Apart from landslides, the other problems of Tinoc are floods and mudflows. The DPWH is mobilizing huge resources of manpower and equipment to clear these roads. There is nothing irregular to such action, but it is not proactive. Honestly speaking, this is a wrong strategy. Sadly, one can easily surmise that damage to roads, bridges, flood control and other public infrastructure facilities are due to sub-standard construction works. Often, low-quality materials were used in washed-out roads. The use of sub-standard construction materials particularly steel, cement and concrete is a pernicious practice. It is despicable because it endangers the lives of the people. From here on, we have to live on improving and modernizing road networks instead of concentrating on road clearing operations.
It is time for Ifugao to have a Special Economic Zone. It can be a job creator in the province’s impoverished villages. Presently, very little is done or nothing at all to put up factories in the province. Creative industries have vast potential for inclusive growth. Industrial growth means job creation leading to lower unemployment and underemployment rates.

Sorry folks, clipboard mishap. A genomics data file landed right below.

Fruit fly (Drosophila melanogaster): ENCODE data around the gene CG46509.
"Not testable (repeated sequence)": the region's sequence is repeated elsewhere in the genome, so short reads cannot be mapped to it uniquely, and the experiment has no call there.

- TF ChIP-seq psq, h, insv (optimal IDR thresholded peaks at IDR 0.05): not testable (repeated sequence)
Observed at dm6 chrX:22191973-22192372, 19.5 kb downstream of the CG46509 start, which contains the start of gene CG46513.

It is kind of similar environment in Davao City (home of President Duterte) in Mindanao and Jakarta, capital of Indonesia. The same is true with Alfonso Lista (home of Ifugao Vice Governor Glenn Prudenciano) and Menado, Indonesia. The Philippines and Indonesia are neighboring countries. Both are active members of the Association of Southeast Asian Nations (ASEAN). The difference between the Philippines and Indonesia is the time zone. The difference is an hour. In other words, if it is 6 p.m. in Jakarta, the time in Davao City is 7 p.m.
If the national government is really serious in getting funds to help the poor during the COVID-19 situation without borrowing money from external sources, it has to finally stop all efforts to promote Charter Change or Cha-cha. It is utilizing huge funds to promote its passage in Congress when in fact it is a well-known fact that the Senate is against it. Only the House of Representatives supports it because of the term extension provision for congressmen and other officials. From three years, the term of a congressman is to be extended to five years with two reelections. Think about it, a congressman gets to stay at the lower chamber of Congress for 15 years in a full cycle. Presently, a complete cycle of three terms is a period of 9 years. You can’t go wrong if you say the plan is obviously self-serving. It is indeed very sad that lawmakers are working for their own interests instead of the nation.